By Travis Goldman
Post-Harvest irrigation management in wine grapes is just as important as any other permanent crop. Despite the fact the vine is no longer supporting grapes, we still have to maintain proper water availability to the vine to support vine function. By reducing stress our vines, we will allow the crop to continue photosynthesis to create stored energy in the form of carbohydrates for next year’s bloom.
Post-harvest soil rehydration will vary depending on your soils, application rate, and soil depletion. Some soils will only lose their top moisture but others will have to rebuild their entire profile. Despite variance among ranches, it is still important to rebuild the profile as soon as possible to reduce vine stress.
More times than not we see a situation where we are fighting to get water down to the deeper profile, but not enough water is run to drive gravitational flow to the deeper root zone. These shorter sets prolong stress to the vine by excessively watering the shallower root zone and drying down the deeper root profile. In this example, 14-hour irrigation was settled upon for October 5th but was broken into two irrigations spanning 5 days by the ranch manager. From October 6th through the 16th the shallow root zone was stressed from excess water while the deeper root zone was deprived.
On October 20th a 12-hour irrigation was run and proper soil tension was regained throughout the root zone by October 27th. For this block, proper soil rehydration after harvest took 22 days.
After our October 5th and 10th scenario, the grower and I settled on running a longer set in the next block on October 11th. This block was irrigated for 12.5 hours and was able to properly rehydrate the entire root zone. Less than two days after our post-harvest irrigation, we see the entire root zone back within the soil tension comfort zone and healthy root pull is reestablished. For the remainder of the month, the vines would be irrigated for 10-12 hours weekly until the end of October and will be moved to a 10-day cycle in November.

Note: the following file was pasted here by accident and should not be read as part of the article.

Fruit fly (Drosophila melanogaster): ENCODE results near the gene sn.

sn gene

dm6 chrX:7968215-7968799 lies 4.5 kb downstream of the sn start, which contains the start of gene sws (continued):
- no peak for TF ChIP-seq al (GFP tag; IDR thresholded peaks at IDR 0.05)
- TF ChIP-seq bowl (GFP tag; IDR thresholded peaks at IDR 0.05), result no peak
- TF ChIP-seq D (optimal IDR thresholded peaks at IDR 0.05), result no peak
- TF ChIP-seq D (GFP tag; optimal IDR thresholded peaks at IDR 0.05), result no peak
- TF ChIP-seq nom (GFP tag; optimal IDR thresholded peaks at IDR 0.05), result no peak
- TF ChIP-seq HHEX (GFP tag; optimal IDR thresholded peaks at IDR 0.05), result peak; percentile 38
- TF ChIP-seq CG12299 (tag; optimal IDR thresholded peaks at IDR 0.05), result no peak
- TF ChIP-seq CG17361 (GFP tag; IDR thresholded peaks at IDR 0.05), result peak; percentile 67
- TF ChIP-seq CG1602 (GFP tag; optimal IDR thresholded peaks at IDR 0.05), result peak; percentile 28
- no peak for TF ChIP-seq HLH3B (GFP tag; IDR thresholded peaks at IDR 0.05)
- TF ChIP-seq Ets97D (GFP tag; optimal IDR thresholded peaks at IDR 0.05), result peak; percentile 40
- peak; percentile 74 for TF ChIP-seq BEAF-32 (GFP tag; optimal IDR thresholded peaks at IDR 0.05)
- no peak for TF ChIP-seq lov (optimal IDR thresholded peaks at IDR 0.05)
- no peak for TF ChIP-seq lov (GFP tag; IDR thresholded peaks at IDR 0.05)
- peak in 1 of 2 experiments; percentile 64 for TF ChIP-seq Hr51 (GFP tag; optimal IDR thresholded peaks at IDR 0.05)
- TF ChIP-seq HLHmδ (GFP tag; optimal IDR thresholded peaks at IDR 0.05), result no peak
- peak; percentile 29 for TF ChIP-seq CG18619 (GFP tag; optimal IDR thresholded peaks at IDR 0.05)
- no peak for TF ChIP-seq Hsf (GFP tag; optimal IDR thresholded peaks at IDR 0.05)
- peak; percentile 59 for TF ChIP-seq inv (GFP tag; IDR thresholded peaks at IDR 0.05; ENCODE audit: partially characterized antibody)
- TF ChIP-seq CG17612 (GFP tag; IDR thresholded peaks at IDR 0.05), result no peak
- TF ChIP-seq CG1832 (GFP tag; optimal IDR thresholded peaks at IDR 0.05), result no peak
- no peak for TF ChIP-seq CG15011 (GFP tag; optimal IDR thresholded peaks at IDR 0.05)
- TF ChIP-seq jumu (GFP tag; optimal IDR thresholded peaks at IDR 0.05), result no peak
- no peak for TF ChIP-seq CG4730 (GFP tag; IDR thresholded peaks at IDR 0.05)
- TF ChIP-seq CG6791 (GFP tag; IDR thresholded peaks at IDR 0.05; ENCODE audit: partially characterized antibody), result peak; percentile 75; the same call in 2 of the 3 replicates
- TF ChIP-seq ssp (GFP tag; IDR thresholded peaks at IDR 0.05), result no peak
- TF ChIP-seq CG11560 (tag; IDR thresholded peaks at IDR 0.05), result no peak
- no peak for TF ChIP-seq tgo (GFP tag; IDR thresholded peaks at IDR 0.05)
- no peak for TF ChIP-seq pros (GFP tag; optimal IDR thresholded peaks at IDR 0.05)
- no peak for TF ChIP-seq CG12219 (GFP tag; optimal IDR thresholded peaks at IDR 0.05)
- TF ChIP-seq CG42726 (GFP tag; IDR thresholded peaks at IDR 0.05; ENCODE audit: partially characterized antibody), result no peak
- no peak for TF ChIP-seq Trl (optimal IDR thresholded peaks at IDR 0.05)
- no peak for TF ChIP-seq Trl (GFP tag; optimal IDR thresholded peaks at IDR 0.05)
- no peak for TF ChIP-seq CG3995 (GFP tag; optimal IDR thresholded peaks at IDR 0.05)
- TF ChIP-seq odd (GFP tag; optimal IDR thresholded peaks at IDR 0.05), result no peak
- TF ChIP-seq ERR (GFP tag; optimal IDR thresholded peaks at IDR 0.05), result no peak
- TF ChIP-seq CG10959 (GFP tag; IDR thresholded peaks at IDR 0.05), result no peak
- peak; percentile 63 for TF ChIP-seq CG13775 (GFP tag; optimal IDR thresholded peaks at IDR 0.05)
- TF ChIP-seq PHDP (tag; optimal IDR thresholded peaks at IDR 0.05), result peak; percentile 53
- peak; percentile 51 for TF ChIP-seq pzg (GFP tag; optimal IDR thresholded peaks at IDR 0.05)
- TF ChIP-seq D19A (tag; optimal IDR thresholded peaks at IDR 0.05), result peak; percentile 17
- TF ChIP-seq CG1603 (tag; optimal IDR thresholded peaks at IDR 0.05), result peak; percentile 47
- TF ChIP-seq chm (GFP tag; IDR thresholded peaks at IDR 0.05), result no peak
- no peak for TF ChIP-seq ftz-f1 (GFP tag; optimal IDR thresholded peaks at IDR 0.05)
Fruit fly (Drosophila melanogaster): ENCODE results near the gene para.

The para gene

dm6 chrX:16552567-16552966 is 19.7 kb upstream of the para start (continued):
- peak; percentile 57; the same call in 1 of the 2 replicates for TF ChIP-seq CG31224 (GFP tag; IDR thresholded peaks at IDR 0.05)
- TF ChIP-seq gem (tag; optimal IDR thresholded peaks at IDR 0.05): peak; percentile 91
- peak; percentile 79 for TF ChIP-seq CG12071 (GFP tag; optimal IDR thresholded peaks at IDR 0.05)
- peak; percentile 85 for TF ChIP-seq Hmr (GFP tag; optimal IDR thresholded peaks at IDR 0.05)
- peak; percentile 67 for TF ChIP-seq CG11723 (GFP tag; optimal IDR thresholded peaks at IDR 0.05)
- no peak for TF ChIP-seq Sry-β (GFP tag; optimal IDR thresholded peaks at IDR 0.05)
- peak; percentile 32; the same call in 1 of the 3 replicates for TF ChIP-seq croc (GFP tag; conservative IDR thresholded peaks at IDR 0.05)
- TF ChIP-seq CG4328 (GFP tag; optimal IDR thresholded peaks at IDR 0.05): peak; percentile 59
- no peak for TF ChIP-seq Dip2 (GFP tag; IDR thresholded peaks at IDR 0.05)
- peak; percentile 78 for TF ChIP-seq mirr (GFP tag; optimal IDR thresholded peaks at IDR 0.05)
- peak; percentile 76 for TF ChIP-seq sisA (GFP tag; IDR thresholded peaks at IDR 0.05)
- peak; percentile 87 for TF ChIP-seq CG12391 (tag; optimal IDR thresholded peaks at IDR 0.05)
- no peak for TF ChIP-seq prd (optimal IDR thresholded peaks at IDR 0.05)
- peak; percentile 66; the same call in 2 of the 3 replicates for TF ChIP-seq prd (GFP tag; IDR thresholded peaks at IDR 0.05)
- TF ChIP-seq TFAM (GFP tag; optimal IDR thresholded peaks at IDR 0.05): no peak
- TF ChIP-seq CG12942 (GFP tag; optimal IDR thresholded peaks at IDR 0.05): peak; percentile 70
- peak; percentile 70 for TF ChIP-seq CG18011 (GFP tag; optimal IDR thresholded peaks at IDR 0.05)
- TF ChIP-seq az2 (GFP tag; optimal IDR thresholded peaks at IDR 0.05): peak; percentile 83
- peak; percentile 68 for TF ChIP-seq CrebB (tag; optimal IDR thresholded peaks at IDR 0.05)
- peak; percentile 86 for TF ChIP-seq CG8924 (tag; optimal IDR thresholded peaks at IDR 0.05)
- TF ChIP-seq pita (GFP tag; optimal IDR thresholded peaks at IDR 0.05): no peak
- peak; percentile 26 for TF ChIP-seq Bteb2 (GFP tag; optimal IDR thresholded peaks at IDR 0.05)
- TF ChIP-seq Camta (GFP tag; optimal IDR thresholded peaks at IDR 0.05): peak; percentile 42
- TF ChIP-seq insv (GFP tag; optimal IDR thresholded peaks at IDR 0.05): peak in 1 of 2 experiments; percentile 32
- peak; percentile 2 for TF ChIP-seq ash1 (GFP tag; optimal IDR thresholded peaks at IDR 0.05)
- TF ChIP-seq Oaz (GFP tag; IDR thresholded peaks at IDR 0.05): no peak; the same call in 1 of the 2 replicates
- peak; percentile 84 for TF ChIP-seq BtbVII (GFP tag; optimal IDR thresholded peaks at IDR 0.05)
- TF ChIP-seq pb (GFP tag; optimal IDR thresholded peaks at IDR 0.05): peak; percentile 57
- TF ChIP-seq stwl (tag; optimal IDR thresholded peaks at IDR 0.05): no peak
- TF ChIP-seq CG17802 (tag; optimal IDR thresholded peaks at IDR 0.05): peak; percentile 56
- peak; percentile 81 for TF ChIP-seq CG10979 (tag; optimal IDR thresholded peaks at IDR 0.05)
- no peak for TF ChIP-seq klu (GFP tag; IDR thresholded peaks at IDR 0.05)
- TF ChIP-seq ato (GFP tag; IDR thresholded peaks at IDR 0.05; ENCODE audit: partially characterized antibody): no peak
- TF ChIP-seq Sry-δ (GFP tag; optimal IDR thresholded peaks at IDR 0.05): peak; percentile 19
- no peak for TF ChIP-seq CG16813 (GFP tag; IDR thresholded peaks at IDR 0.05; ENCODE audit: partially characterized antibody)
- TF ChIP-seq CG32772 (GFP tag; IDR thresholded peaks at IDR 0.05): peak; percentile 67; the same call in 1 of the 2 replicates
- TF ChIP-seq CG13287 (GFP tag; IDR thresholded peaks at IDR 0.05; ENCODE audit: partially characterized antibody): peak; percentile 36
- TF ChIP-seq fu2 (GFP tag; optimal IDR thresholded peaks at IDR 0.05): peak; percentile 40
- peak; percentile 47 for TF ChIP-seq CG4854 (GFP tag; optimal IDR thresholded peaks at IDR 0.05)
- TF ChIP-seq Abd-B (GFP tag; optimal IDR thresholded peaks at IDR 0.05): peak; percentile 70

In these two cases, we can see that insufficient irrigation practices led to 22 days of irregular soil conditions for the first block but only 2 days in the second block. By properly rehydrating the soil profile in our second block our vines were able to get back to normal vine function in a fraction of the time. With proper irrigation management, we can work more efficiently across our ranches and set our vines up to build stored energy for a more prosperous spring.
For additional questions on irrigation management in vineyards, please contact your local Hortau Irrigation Advisor.
About the Author
Irrigation Management Advisor Travis Goldman was born and raised in Watsonville and currently provides irrigation scheduling services to growers in California’s Central Valley. He graduated from UC Davis and has worked throughout California as a service technician, grower support specialist and irrigation management advisor to learn and understand every aspect of Hortau’s irrigation management platform.